News by
Claire Lobenfeld

SXSW “will remove the option of notifying immigration authorities” in artist contracts



Summary/Commentary:

After facing heavy criticism, SXSW will be removing the immigration clause from artist performing contracts in 2018.

This article originally appeared on Fact Mag

SXSW came under fire last week after Brooklyn indie pop outfit Told Slant canceled their performances at the festival due to a contract clause that specified SXSW would notify authorities if a performer was in America illegally.

Amid the controversy, SXSW CEO and co-founder Roland Swenson noted that the clause had been a part of the paperwork long before this year and says it was “a safeguard to provide SXSW with a means to respond to an act that does something truly egregious, such as disobeying our rules about pyrotechnics on stage, starting a brawl in a club, or causing serious safety issues.” He assured people that they are committed to fighting Trump’s travel ban.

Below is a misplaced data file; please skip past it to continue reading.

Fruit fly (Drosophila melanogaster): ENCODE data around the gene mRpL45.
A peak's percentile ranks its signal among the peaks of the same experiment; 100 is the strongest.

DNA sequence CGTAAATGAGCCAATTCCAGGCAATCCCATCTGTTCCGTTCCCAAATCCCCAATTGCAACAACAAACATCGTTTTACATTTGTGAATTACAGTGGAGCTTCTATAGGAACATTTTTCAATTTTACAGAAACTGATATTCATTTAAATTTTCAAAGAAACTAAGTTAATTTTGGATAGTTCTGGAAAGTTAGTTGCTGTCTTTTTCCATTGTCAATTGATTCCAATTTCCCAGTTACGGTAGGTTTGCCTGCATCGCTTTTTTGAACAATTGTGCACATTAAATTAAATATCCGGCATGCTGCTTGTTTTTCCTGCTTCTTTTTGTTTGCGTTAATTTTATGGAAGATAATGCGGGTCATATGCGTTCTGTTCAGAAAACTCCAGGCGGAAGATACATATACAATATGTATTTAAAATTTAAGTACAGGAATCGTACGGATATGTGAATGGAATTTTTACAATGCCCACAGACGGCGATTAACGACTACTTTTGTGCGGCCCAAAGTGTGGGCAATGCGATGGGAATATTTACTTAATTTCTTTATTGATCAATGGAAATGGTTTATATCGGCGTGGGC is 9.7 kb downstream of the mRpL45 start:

Now, the festival has released a new statement about how their contracts will look in 2018 and beyond: “In this political climate, especially as it relates to immigration, we recognize the heightened importance of standing together against injustice.”

Read the full statement below.

“With the announcement of President Trump’s latest Travel Ban, SXSW would like to reaffirm its public opposition to these executive orders and provide ongoing support to the artists traveling from foreign countries to our event.

“To reinforce that stance, we would like to address the concerns regarding the language in our artist invitation letter and performance agreement for the SXSW Music Festival.

“SXSW will do the following:

-We will change the language in our artist invitation letter and performance agreement for 2018 and beyond.

-We will remove the option of notifying immigration authorities in situations where a foreign artist might “adversely affect the viability of Artist’s official showcase.”
*Safety is a primary concern for SXSW, and we report any safety issues to local authorities. It is not SXSW’s duty or authority to escalate a matter beyond local authorities.

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Read the full story by Claire Lobenfeld at Fact Mag





Tags : SXSW

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